Knowing that goat milk is anti-inflammatory and that it also enhances immune function is all the confirmation I need that I have made the right decision.

Give it a try!

Food Diary

This step is incredibly important in the first few months of your recovery from gastritis.

Start keeping a food journal so that you keep track of all that you’re eating and then, if you have a flare up, you can look back and note the possible culprits that caused the problem.

Over time you’ll identify the foods that are safe and cause you no problems and more importantly pin-point those meals or ingredients that are problematic for your gut.

The next stage is to discipline yourself to avoid those foods that are now obviously causing your symptoms to flare up.

You’ll find that by following this process you develop a way of eating that avoids the pain-causing foods and that you begin to enjoy food again.


From reading my account of how gastritis affected me, you could understandably conclude that I am against pharmaceutical intervention.

This isn’t the case though. While I am against a premature reliance on medication, I’m all for the supportive role drugs can play when dietary and lifestyle interventions have been exhausted or when there are no other options available.

Omeprazole and all similar PPI medication have their place.

If you’ve been suffering terribly with gastritis, then you should absolutely continue with your treatment while implementing the above changes to your daily regime.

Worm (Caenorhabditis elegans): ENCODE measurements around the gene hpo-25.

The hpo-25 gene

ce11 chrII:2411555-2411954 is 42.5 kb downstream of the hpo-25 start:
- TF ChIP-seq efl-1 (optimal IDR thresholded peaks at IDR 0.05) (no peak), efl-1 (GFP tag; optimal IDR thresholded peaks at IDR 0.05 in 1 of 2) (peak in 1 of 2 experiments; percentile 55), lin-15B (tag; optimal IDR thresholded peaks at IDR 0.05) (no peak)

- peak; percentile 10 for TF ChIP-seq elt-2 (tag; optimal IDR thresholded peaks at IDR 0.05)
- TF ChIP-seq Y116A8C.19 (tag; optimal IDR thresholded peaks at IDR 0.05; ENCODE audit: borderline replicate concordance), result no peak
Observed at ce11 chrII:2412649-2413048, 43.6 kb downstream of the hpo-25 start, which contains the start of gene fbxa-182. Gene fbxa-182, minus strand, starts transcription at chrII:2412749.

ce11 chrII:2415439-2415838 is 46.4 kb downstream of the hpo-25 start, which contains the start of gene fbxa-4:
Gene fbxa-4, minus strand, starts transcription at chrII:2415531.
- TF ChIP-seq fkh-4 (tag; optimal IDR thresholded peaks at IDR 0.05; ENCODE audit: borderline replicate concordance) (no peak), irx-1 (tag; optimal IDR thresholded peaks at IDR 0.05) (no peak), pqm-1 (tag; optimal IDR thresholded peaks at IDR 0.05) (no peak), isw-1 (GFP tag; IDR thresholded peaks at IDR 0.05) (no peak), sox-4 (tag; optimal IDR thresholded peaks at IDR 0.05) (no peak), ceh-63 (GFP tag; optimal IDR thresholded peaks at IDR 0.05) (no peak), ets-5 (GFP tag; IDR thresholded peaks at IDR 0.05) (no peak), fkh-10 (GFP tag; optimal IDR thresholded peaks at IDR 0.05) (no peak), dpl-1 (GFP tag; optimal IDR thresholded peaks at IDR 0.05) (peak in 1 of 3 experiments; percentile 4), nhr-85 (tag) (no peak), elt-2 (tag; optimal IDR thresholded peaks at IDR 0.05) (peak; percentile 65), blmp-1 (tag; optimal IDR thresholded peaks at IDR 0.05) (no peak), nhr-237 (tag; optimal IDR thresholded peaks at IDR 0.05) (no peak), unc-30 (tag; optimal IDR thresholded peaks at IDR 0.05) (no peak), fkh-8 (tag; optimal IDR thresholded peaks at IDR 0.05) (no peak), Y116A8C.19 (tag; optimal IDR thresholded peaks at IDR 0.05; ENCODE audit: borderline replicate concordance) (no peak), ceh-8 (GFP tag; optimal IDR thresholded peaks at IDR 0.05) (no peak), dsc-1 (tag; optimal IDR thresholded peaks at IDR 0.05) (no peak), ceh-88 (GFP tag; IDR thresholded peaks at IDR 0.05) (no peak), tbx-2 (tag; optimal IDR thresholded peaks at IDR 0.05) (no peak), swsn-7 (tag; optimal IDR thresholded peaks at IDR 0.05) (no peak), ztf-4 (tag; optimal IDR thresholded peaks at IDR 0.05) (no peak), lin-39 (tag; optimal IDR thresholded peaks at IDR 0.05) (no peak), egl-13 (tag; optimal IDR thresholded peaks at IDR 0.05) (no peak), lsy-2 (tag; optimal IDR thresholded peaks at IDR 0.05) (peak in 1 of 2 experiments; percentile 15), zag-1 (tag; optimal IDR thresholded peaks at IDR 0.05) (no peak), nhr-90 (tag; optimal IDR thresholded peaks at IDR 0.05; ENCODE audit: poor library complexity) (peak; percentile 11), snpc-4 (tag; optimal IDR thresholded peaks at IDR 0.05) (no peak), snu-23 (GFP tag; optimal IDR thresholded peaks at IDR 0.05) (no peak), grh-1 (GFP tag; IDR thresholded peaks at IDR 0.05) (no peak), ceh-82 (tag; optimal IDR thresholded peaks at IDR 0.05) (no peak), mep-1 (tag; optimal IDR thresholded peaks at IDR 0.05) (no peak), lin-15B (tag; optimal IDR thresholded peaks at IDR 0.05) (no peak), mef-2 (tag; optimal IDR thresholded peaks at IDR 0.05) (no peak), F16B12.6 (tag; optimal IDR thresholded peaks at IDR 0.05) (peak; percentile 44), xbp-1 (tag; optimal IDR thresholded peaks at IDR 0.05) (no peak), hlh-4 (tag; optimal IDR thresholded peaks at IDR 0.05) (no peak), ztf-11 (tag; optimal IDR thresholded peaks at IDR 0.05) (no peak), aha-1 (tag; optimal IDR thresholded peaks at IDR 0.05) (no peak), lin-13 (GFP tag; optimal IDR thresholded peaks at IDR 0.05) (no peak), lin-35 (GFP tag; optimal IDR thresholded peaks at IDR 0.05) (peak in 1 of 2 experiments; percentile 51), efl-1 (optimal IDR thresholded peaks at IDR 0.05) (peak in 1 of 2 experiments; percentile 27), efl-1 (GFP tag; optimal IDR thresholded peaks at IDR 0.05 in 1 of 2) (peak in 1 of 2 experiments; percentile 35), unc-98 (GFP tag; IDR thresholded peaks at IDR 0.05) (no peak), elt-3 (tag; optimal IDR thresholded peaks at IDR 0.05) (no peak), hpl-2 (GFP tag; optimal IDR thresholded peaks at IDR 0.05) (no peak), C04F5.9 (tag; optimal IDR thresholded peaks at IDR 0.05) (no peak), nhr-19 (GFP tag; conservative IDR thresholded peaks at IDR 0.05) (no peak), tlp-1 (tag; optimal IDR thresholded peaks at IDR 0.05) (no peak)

As you feel your health improve and the gastritis dissipate speak to your doctor about the possibility of reducing the dose.

I no longer take omeprazole unless I have a particularly bad flare up – and these only occur if I hit the hot chili sauce!! However, I find that two or three days of treatment with omeprazole is sufficient to get back on top of the symptoms.

How to Lift Weights With Gastritis

We now know how to combat gastritis and get control of the condition.

While you’re recovering though, my advice is to go easy on yourself in terms of exercise.

Having unrealistic expectations on what you will be capable of achieving while training in a compromised state will only add to your mental anguish.

Instead, you should be looking after yourself by putting together a ‘recuperation workout program’ that you can follow until you feel fully recovered.

This may look something like this:

Monday: 7k walk

Tuesday: Full body dumbbell workout

Wednesday: Core work

Thursday: 7k walk

Friday: Full body dumbbell workout

Sat / Sun: Rest

This may not look like much, but it’s vitally important that you don’t over-tax yourself while you are suffering from and hopefully recovering from gastritis.

Listen to your body throughout your recovery.

You’ll know when it’s time to start increasing the intensity and the weight again as you’ll frequently find yourself thinking about your next gym session!

When lifting weights once again dominates your thinking, you know that it’s time to start training again and you can up the intensity and amount of weight you’re lifting.

Stay Strong, Stay Healthy Despite Gastritis

victory over gastritis

So there you have my complete guide to surviving gastritis and thriving after you’ve conquered it.

I hope that you start taking your daily green smoothie and begin to feel the rapid relief that I felt once I adopted this practice.

One last thing to encourage you: I shared the smoothie recipe with a work contact who was suffering with severe gastritis himself. Sure enough, two weeks later he called me to let me know that his gastritis symptoms had completely resolved.

I genuinely believe that by following the kale smoothie regime you will experience a dramatic turnaround in your symptoms.

Let me know how you get on and please leave a comment – I’d love to hear from you.

6 thoughts on “Lifting Weights With Gastritis (SOLVED)